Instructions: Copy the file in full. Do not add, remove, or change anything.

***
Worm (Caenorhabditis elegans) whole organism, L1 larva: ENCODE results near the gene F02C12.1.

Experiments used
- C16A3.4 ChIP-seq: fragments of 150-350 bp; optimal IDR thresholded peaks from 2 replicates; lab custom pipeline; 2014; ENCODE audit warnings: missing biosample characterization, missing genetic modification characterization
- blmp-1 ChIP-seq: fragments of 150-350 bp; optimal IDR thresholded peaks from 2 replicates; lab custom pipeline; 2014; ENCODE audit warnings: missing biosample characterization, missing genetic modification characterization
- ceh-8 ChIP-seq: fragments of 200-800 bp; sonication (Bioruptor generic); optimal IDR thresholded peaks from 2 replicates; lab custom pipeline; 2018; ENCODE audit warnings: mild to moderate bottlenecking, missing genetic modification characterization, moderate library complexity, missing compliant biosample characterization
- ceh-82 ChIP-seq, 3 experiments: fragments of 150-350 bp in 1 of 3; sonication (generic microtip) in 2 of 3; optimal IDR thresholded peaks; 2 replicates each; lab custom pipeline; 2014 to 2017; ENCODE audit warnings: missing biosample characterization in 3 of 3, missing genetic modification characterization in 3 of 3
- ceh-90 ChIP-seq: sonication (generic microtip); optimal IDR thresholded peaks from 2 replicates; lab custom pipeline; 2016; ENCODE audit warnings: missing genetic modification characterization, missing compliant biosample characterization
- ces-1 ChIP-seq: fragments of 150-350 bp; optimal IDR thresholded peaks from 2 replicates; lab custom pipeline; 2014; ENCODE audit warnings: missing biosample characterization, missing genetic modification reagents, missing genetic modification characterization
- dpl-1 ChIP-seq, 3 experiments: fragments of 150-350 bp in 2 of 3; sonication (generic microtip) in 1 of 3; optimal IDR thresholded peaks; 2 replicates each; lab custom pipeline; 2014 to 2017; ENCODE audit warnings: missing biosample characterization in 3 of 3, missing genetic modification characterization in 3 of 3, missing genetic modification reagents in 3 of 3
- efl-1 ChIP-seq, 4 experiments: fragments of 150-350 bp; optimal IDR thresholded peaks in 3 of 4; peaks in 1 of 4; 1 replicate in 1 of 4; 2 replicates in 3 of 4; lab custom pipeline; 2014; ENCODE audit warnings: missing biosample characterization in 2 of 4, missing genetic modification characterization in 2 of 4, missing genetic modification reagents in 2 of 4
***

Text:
Worm (Caenorhabditis elegans) whole organism, L1 larva: ENCODE results near the gene F02C12.1.

Experiments used
- C16A3.4 ChIP-seq: fragments of 150-350 bp; optimal IDR thresholded peaks from 2 replicates; lab custom pipeline; 2014; ENCODE audit warnings: missing biosample characterization, missing genetic modification characterization
- blmp-1 ChIP-seq: fragments of 150-350 bp; optimal IDR thresholded peaks from 2 replicates; lab custom pipeline; 2014; ENCODE audit warnings: missing biosample characterization, missing genetic modification characterization
- ceh-8 ChIP-seq: fragments of 200-800 bp; sonication (Bioruptor generic); optimal IDR thresholded peaks from 2 replicates; lab custom pipeline; 2018; ENCODE audit warnings: mild to moderate bottlenecking, missing genetic modification characterization, moderate library complexity, missing compliant biosample characterization
- ceh-82 ChIP-seq, 3 experiments: fragments of 150-350 bp in 1 of 3; sonication (generic microtip) in 2 of 3; optimal IDR thresholded peaks; 2 replicates each; lab custom pipeline; 2014 to 2017; ENCODE audit warnings: missing biosample characterization in 3 of 3, missing genetic modification characterization in 3 of 3
- ceh-90 ChIP-seq: sonication (generic microtip); optimal IDR thresholded peaks from 2 replicates; lab custom pipeline; 2016; ENCODE audit warnings: missing genetic modification characterization, missing compliant biosample characterization
- ces-1 ChIP-seq: fragments of 150-350 bp; optimal IDR thresholded peaks from 2 replicates; lab custom pipeline; 2014; ENCODE audit warnings: missing biosample characterization, missing genetic modification reagents, missing genetic modification characterization
- dpl-1 ChIP-seq, 3 experiments: fragments of 150-350 bp in 2 of 3; sonication (generic microtip) in 1 of 3; optimal IDR thresholded peaks; 2 replicates each; lab custom pipeline; 2014 to 2017; ENCODE audit warnings: missing biosample characterization in 3 of 3, missing genetic modification characterization in 3 of 3, missing genetic modification reagents in 3 of 3
- efl-1 ChIP-seq, 4 experiments: fragments of 150-350 bp; optimal IDR thresholded peaks in 3 of 4; peaks in 1 of 4; 1 replicate in 1 of 4; 2 replicates in 3 of 4; lab custom pipeline; 2014; ENCODE audit warnings: missing biosample characterization in 2 of 4, missing genetic modification characterization in 2 of 4, missing genetic modification reagents in 2 of 4